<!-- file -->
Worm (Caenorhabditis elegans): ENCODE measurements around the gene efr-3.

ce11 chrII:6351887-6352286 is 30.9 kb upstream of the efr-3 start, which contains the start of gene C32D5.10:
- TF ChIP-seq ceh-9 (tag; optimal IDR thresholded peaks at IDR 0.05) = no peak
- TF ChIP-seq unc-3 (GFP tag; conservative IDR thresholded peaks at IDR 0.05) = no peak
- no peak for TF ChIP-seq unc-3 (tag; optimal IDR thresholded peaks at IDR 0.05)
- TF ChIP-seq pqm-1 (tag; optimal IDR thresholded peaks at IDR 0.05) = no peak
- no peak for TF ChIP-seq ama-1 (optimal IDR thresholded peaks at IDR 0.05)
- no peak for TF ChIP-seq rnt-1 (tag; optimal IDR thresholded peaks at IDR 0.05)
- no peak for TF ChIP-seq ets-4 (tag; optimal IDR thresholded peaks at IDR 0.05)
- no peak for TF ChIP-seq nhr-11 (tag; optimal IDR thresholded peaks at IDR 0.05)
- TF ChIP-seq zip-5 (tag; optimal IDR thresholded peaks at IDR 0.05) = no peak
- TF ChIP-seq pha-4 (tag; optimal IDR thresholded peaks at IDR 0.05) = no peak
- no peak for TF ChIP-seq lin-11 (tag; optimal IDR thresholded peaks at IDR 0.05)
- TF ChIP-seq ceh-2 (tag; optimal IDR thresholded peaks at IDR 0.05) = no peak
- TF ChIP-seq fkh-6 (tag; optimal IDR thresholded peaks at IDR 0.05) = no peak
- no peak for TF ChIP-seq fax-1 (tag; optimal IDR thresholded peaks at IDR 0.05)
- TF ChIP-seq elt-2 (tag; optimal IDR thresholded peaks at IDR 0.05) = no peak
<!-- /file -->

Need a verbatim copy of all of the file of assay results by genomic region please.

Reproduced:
Worm (Caenorhabditis elegans): ENCODE measurements around the gene efr-3.

ce11 chrII:6351887-6352286 is 30.9 kb upstream of the efr-3 start, which contains the start of gene C32D5.10:
- TF ChIP-seq ceh-9 (tag; optimal IDR thresholded peaks at IDR 0.05) = no peak
- TF ChIP-seq unc-3 (GFP tag; conservative IDR thresholded peaks at IDR 0.05) = no peak
- no peak for TF ChIP-seq unc-3 (tag; optimal IDR thresholded peaks at IDR 0.05)
- TF ChIP-seq pqm-1 (tag; optimal IDR thresholded peaks at IDR 0.05) = no peak
- no peak for TF ChIP-seq ama-1 (optimal IDR thresholded peaks at IDR 0.05)
- no peak for TF ChIP-seq rnt-1 (tag; optimal IDR thresholded peaks at IDR 0.05)
- no peak for TF ChIP-seq ets-4 (tag; optimal IDR thresholded peaks at IDR 0.05)
- no peak for TF ChIP-seq nhr-11 (tag; optimal IDR thresholded peaks at IDR 0.05)
- TF ChIP-seq zip-5 (tag; optimal IDR thresholded peaks at IDR 0.05) = no peak
- TF ChIP-seq pha-4 (tag; optimal IDR thresholded peaks at IDR 0.05) = no peak
- no peak for TF ChIP-seq lin-11 (tag; optimal IDR thresholded peaks at IDR 0.05)
- TF ChIP-seq ceh-2 (tag; optimal IDR thresholded peaks at IDR 0.05) = no peak
- TF ChIP-seq fkh-6 (tag; optimal IDR thresholded peaks at IDR 0.05) = no peak
- no peak for TF ChIP-seq fax-1 (tag; optimal IDR thresholded peaks at IDR 0.05)
- TF ChIP-seq elt-2 (tag; optimal IDR thresholded peaks at IDR 0.05) = no peak